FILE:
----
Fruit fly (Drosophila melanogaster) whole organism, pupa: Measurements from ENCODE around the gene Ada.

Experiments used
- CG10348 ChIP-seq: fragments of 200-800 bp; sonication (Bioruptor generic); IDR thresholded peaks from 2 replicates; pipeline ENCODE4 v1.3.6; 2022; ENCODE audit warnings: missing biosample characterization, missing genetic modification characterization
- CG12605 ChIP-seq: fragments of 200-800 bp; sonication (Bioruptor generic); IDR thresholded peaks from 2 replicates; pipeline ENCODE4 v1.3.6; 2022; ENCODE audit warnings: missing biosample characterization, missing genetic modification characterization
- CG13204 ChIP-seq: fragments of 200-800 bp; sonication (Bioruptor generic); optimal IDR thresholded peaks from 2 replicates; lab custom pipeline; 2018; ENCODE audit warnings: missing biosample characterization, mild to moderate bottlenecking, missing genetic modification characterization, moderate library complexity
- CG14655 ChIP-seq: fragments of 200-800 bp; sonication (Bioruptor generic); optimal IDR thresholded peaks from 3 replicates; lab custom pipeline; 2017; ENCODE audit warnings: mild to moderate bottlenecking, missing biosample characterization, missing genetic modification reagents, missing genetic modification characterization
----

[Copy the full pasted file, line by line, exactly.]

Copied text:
Fruit fly (Drosophila melanogaster) whole organism, pupa: Measurements from ENCODE around the gene Ada.

Experiments used
- CG10348 ChIP-seq: fragments of 200-800 bp; sonication (Bioruptor generic); IDR thresholded peaks from 2 replicates; pipeline ENCODE4 v1.3.6; 2022; ENCODE audit warnings: missing biosample characterization, missing genetic modification characterization
- CG12605 ChIP-seq: fragments of 200-800 bp; sonication (Bioruptor generic); IDR thresholded peaks from 2 replicates; pipeline ENCODE4 v1.3.6; 2022; ENCODE audit warnings: missing biosample characterization, missing genetic modification characterization
- CG13204 ChIP-seq: fragments of 200-800 bp; sonication (Bioruptor generic); optimal IDR thresholded peaks from 2 replicates; lab custom pipeline; 2018; ENCODE audit warnings: missing biosample characterization, mild to moderate bottlenecking, missing genetic modification characterization, moderate library complexity
- CG14655 ChIP-seq: fragments of 200-800 bp; sonication (Bioruptor generic); optimal IDR thresholded peaks from 3 replicates; lab custom pipeline; 2017; ENCODE audit warnings: mild to moderate bottlenecking, missing biosample characterization, missing genetic modification reagents, missing genetic modification characterization